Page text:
Wednesday, April 1, 2015

The 1709 Blog: The London Manifesto: time for reform?

Wednesday, 1 April 2015

The London Manifesto: time for reform?

"“Fair copyright for all across Europe” rallying call from libraries,
archives and charities" is the title of a media release that went live
the moment this blogpost did, at one minute past midnight on 1 April.
Issued by the Chartered Institute of Library & Information
Professionals (CILIP), it reads as follows:

In a bid for fair copyright laws that will benefit citizens and
researchers across Europe organisations including the Wellcome Trust,
the National Library of Scotland, the National Library of Wales, the
Chartered Institute of Library & Information Professionals, Royal
Museums Greenwich and the Open Rights Group have called for much needed

The London Manifesto calls for fair copyright for libraries and archives
across Europe. The manifesto outlines needed reforms that will better
support research, innovation and growth and will help create a digital
single market. It focuses on the important role of libraries and

The reforms would bolster the rights of disabled people by supporting
equal access to knowledge. They would mean that libraries can acquire
and lend commercially available digital materials and, with archives,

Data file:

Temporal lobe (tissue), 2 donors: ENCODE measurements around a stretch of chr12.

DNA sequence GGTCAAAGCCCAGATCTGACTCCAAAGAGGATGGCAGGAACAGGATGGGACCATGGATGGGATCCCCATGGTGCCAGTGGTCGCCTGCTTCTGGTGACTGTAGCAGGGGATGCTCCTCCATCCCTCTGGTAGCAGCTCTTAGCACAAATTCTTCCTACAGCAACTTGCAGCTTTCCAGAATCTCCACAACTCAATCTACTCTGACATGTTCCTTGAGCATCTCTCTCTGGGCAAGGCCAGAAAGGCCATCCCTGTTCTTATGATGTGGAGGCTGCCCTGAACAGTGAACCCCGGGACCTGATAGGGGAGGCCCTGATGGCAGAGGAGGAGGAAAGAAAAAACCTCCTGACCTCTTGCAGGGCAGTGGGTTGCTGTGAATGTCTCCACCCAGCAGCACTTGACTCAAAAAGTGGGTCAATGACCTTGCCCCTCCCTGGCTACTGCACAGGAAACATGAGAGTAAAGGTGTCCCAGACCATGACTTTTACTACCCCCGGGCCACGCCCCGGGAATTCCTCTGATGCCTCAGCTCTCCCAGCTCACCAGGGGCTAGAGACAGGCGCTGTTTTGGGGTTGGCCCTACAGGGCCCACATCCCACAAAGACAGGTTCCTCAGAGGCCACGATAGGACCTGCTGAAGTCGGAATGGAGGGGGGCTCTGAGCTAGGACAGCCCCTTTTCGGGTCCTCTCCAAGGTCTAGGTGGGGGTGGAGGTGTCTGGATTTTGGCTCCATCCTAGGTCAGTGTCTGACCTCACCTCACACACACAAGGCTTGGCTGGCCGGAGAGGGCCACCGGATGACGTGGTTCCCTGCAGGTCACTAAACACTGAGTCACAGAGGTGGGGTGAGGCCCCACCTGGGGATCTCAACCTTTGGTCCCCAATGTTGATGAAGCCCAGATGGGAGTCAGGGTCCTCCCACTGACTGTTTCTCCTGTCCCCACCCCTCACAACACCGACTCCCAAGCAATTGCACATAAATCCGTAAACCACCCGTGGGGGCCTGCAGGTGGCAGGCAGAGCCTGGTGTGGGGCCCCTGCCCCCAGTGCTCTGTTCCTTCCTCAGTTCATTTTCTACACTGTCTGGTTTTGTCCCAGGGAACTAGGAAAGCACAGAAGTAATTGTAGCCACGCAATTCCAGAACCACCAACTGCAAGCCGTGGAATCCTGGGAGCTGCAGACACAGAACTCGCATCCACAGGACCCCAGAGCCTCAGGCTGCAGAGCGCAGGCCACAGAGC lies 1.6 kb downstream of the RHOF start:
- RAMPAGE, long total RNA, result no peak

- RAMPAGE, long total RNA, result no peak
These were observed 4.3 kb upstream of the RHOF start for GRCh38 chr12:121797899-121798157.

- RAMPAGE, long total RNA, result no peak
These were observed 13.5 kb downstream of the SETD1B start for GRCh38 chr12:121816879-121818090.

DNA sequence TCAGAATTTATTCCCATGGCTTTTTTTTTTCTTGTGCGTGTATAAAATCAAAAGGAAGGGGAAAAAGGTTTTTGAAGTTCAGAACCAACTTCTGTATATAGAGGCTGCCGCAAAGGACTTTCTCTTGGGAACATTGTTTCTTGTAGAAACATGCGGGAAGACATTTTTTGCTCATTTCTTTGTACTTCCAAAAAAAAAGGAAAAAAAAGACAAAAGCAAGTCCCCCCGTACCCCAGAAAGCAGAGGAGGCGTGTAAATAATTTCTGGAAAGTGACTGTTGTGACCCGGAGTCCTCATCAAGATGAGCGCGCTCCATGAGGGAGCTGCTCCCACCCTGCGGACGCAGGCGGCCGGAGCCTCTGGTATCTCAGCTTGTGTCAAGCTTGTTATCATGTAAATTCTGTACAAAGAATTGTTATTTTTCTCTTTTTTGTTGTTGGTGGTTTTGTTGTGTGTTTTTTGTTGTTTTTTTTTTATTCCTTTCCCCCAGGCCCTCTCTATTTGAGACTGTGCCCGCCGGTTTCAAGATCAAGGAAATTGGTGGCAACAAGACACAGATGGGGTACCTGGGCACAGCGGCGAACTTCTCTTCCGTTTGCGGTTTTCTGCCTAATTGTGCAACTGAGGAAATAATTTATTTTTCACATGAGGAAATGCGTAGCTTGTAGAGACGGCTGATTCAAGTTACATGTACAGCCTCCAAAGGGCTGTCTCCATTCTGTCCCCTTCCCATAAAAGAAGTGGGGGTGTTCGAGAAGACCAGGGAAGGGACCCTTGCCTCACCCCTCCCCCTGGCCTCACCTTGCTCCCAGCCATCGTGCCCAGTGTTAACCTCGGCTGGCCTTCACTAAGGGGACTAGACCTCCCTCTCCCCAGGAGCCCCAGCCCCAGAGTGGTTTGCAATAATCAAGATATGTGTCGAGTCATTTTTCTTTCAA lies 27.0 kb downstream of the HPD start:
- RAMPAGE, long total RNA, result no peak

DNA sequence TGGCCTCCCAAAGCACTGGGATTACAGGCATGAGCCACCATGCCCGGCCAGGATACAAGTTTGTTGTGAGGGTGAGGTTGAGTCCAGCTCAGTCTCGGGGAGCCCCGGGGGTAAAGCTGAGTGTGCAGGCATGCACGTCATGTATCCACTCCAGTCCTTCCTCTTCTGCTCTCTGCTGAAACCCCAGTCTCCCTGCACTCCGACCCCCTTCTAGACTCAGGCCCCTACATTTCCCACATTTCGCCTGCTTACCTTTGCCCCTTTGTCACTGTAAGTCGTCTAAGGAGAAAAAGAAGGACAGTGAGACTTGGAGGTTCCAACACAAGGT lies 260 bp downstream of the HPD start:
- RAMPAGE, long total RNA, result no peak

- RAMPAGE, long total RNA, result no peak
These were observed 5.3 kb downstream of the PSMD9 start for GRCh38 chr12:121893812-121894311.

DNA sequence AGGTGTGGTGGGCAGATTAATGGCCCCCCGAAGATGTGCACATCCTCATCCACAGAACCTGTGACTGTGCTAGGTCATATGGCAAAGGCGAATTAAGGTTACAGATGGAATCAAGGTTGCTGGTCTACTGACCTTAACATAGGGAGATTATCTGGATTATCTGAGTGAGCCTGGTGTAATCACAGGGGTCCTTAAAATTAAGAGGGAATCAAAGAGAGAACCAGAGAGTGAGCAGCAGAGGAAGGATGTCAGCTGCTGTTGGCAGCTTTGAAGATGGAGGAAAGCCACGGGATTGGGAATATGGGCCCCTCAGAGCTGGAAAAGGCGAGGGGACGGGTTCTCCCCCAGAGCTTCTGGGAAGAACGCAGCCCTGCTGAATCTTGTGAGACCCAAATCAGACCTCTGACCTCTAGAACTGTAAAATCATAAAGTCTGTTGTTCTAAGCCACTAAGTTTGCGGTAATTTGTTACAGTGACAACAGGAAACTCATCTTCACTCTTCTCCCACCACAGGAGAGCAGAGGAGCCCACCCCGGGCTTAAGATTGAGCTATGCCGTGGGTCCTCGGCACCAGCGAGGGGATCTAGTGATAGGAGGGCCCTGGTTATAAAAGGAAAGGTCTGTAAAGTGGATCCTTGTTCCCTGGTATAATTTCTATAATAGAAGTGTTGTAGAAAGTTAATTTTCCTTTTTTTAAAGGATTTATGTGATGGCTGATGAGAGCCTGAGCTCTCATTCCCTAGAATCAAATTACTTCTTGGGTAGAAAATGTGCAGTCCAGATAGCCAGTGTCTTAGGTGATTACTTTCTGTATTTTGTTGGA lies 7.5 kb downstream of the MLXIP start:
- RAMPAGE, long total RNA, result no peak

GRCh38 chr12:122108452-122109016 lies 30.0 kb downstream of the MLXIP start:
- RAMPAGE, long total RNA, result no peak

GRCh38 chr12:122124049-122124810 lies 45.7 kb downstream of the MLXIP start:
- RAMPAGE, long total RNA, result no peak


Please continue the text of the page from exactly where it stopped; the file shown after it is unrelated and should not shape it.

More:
can continue to underpin knowledgeable societies in the digital age. The
reforms would allow libraries and archives to better support research
through modern text and data mining techniques. They would also create a
more manageable system of harmonised copyright laws across EU member

Non standardised copyright laws across Europe are failing to support the
vision of a digital single market because they currently prevent fair
access and use of digital content. This means that researchers and
citizens in one country can be subject to a completely different
copyright regime than in another country. For example this creates
significant problems for researchers who are working collaboratively
across Europe. ... .”

Organisations will be able to show their support for fair copyright
across Europe by signing in support of the London Manifesto at


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